Introduction to this Blog.

This blog is not intended as a substitute for my posts on the Facebook page. It has a different purpose. It is a continuation of the old Arhat Journal entries and articles (elsewhere on this site) which tend to be of a more theoretical, philosophical and academic nature than the posts on Facebook. However, all interested persons are welcome. This first posting shows the general trend of what will be posted, by myself at least, on this blog.

The material below is intended as a first draft of principles. Rewording and reworking will happen over time and I expect a great deal of additional material, which I hope will eventually lead to a book on the philosophy of astrology including both the theoretical aspects of such a philosophy and its consequences in practice.

Some Principles of a Possible Metaphysical Foundation for Astrology.

1.    Under the prevailing reductionist paradigm in which all life is seen to be the accidental and epiphenomenal result of the laws of physics astrology is impossible.

2.    Either astrologers have massively deluded themselves about the nature of their experiences or astrology represents something real and inherent in the natural order that is inconsistent with #1.

3.    Therefore, assuming that we are not massively deluded, we have to assume that the prevailing paradigm is at best incomplete and at worst fundamentally wrong.

4.    However, because science does indeed give us data that assist in the development of useful technologies, any new paradigm must include and explain the phenomena that the sciences study. A new paradigm must consist of a massive extension of the old just as relativity theory included and explained Newton’s laws.

5.    Any new paradigm must have the humility not to allow the passing of judgement on phenomena that it does not know how to deal with. Questions that are not amenable to whatever scientific method may arise must simply be confessed to be outside of the domain of that method, not unreal, invalid, or the result of delusion and/or trickery.

6.    There is an opinion that there is a reality in all things that can be said to exist. This reality is supposed to exist independently of any being that possesses consciousness, awareness, or a capacity for knowing, whether sentient beings like ourselves, entities like ancient gods or angels, or one supreme deity or functional equivalent thereof. This belief is unprovable and meaningless.

7.    The conclusion of the previous is that for there to be existence of any kind, there must be at least one knower and experiencer as well as that which is known and experienced.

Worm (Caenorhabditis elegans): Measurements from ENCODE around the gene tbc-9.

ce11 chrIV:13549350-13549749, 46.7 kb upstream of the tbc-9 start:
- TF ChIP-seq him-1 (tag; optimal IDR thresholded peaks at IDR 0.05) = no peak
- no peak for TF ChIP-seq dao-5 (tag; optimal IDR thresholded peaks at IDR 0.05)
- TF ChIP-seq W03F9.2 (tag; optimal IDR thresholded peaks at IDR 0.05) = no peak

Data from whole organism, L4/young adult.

8.    Let us call “that which knows” a mind, minds or Mind. It can also be called the subject or subjects which know. Let us call “that which is to be known” the object or objects which are to be known and experienced.

9.    Let us not postulate that these are inherently separate, or that the experience of self and other is anything more than a mode of knowing and experiencing. There is simply a sense in which the knower or knowers seem internal to themselves and the known seems external. And also there are clearly other entities which know (other subjects) among the entities that are to be known (objects). The separation that exists between subject and object may be nothing more than a mental device for making sense out of experience or a limitation of the mind which is the subject.

10.    Whatever else may be true, knowers and the known have equal ontological status, whatever that status may be. Consequently the mind of a subject and the entities that are experienced as external objects are equally real.

11.    The diminution of the ontological status of the experiencing mind is the result of a vast mis-assignment of principles, which in fact inhere only in mind, to the realm of objects, that is, these are principles of mind which are treated as principles of the external world of objects. For example, all philosophy, all logic and all mathematics are principles of mind not nature.

12.    “Objective” truth or reality is simply a highly shareable set of experiences in which the sharing is governed by a set of agreed upon principles, that is, there are criteria and principles according to which entities which possess mind can agree on the nature of their experiences. This is what actually comprises natural science or, to use a better term, natural philosophy.

In conclusion for this posting, I ask that we all work together toward greater understanding in these matters and that the purpose of debate will be just that, not merely winning arguments by the use of debating tactics.